With a stunning backdrop of the Manhattan Skyline, 67 year old pianist Monty Alexander took center stage Saturday night hoping to wind back the clock and turn Jazz at Lincoln Center into Jilly’s Saloon, a famed Rat Pack hangout of the 1960s.
Accompanied by a group of masterful musicians and vocalists, Alexander paid tribute to his heroes Frank Sinatra and Nat King Cole in a cabaret-like show with American standards such as “Come Fly With Me”, “My Kind of Town” and “L-O-V-E.”
For the role of Old Blue Eyes, Alexander enlisted 22 year-old baritone James DeFrances while tapping charismatic jazz artist Allan Harris to play the “King.” Both traded classics and made for a “swinging session,” but the real delight here was the show’s supporting cast.
Blues guitarist Russell Malone’s haunting solo rendition of “Where or When” might have easily stolen the show. It was the one interpretation of the night that seemed entirely heartfelt and evocative of the nostalgia Alexander was looking to capture with this concert series. Also impressive was percussionist Bobby Thomas Jr., who seemed to hypnotize the audience every time he was given the spotlight.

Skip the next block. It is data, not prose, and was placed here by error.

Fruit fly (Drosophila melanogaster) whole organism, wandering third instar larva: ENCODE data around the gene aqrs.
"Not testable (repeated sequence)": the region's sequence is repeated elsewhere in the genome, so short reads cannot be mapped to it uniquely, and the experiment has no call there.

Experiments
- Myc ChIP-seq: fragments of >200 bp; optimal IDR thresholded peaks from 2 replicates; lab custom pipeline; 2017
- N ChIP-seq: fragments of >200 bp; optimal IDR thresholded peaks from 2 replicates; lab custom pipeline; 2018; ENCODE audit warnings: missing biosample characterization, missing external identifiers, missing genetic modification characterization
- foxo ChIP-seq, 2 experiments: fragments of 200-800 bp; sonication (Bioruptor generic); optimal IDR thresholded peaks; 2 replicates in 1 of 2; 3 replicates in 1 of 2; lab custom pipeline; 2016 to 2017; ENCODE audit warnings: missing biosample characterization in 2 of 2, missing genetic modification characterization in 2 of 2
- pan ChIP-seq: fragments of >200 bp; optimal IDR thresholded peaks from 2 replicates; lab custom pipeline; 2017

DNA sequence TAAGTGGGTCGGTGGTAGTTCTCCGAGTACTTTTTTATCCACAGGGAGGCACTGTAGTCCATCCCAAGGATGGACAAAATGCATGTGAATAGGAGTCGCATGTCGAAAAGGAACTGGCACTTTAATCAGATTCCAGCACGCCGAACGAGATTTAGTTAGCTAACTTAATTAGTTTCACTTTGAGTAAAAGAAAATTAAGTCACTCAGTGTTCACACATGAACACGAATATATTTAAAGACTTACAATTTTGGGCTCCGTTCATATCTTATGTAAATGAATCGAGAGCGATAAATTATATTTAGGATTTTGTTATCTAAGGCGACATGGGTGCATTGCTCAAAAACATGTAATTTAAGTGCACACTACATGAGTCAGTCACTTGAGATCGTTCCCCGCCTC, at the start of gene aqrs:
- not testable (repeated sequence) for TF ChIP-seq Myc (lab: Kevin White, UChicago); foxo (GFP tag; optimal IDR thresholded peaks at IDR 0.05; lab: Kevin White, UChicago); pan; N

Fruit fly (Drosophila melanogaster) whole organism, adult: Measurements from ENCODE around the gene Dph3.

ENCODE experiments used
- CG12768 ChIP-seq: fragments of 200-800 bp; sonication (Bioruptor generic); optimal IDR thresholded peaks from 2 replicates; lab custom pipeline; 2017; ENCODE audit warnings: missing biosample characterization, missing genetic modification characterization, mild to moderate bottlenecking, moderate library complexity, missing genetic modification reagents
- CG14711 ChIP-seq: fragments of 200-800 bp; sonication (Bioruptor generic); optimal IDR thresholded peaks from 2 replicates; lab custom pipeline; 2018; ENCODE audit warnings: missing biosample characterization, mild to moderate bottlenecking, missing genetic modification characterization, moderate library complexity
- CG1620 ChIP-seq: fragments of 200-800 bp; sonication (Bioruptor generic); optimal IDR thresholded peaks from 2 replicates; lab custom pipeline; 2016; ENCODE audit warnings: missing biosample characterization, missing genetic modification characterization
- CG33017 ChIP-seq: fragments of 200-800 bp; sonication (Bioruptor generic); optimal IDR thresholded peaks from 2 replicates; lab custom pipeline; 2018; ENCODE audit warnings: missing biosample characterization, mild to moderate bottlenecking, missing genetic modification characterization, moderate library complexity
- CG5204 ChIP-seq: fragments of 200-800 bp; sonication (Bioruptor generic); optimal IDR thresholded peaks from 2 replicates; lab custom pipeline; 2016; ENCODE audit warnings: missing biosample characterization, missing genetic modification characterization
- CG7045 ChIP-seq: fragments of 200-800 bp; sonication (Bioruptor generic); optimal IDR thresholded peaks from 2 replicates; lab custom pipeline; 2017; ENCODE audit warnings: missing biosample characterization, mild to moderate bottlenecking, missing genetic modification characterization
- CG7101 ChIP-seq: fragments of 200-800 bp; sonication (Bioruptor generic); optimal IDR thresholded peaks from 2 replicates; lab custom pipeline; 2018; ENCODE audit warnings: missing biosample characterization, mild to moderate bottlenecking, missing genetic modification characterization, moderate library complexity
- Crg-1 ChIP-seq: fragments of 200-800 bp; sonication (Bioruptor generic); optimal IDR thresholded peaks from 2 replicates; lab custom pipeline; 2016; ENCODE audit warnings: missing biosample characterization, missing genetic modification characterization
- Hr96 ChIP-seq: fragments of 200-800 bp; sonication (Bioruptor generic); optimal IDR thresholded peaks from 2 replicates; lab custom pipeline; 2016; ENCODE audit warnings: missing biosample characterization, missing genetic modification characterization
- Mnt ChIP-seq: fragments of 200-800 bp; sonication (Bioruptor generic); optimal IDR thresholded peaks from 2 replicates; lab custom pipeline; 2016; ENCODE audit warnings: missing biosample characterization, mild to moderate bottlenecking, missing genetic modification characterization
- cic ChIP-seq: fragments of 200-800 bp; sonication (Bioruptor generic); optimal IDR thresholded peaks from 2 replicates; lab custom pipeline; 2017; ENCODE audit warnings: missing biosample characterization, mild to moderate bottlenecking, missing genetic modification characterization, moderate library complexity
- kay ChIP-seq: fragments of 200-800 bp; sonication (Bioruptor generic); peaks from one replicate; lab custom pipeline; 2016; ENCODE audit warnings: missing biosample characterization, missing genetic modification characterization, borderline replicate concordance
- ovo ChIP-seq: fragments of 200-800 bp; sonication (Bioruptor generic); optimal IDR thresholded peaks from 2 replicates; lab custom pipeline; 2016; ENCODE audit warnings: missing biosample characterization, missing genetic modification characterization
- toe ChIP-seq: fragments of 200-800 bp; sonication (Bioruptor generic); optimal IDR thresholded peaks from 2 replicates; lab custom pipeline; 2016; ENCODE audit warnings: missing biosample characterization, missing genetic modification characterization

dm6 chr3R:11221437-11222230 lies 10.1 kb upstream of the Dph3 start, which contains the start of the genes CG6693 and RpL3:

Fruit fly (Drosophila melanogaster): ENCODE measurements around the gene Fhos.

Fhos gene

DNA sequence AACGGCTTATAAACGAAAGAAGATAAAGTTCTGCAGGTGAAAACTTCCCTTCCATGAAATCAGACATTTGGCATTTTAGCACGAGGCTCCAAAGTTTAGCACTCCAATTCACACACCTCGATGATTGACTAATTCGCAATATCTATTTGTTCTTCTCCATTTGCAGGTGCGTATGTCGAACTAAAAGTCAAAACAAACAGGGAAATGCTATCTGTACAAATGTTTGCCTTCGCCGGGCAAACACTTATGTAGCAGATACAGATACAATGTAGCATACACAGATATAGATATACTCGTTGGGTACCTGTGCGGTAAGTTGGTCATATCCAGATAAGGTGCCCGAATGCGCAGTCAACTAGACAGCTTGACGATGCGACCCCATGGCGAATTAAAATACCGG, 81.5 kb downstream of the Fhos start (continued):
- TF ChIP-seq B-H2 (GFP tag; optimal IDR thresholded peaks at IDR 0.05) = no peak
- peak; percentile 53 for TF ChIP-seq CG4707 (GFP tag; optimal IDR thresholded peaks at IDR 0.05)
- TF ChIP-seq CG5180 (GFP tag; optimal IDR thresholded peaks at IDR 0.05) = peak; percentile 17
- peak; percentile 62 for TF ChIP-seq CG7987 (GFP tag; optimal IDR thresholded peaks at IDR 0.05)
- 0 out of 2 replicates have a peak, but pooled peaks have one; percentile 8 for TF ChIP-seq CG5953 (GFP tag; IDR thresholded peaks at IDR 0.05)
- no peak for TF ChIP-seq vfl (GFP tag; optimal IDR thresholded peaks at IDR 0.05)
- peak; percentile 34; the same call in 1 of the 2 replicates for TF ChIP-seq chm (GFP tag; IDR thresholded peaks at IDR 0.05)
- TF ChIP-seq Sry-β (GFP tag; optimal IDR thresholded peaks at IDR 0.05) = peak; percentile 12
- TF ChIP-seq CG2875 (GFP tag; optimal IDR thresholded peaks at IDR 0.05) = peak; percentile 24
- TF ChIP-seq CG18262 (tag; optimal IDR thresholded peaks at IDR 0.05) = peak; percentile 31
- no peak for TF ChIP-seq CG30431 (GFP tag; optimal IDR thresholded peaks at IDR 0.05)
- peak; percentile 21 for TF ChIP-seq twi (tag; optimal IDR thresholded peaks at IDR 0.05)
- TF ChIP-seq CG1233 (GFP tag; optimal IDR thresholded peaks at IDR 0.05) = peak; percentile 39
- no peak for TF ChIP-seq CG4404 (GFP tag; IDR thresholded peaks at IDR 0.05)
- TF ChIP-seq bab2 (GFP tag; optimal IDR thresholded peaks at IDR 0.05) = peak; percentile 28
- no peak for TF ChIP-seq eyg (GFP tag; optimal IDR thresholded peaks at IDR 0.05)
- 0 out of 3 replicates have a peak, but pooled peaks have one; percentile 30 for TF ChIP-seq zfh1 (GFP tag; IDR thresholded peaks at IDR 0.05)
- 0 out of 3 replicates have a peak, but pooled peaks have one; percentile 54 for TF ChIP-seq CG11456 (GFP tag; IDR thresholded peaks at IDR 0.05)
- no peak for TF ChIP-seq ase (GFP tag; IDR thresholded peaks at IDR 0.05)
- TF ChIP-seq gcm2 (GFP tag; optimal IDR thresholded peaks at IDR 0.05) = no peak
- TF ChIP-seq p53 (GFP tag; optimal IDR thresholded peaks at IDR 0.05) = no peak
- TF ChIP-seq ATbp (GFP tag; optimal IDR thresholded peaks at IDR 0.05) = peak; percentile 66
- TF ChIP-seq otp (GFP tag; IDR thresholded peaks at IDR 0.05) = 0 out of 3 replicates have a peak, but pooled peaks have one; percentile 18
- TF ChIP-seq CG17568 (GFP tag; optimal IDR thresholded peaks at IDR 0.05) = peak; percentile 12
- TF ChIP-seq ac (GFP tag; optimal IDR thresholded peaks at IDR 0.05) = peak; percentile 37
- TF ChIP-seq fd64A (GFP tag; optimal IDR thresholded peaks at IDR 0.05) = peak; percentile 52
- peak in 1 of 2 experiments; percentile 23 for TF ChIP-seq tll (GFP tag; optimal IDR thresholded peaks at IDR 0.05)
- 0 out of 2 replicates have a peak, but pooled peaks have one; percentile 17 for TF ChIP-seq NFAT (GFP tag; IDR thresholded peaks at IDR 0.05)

Alexander’s appreciation for the music of Sinatra and Cole is sincere, and for jazz lovers the tunes are timeless and a joy to experience live – especially by such a talented bunch. But somewhere a note is missed when trying to strike the right tone.
While DeFrances holds his own as a singer, he underwhelms as a performer – never quite looking comfortable with the rest of the group. That, is not how we all remember the Chairman of the Board. Thankfully, Harris picks up the slack with his exuberance and Alexander’s anecdotes serve as a reminder that he himself is a direct link to the Rat Pack era.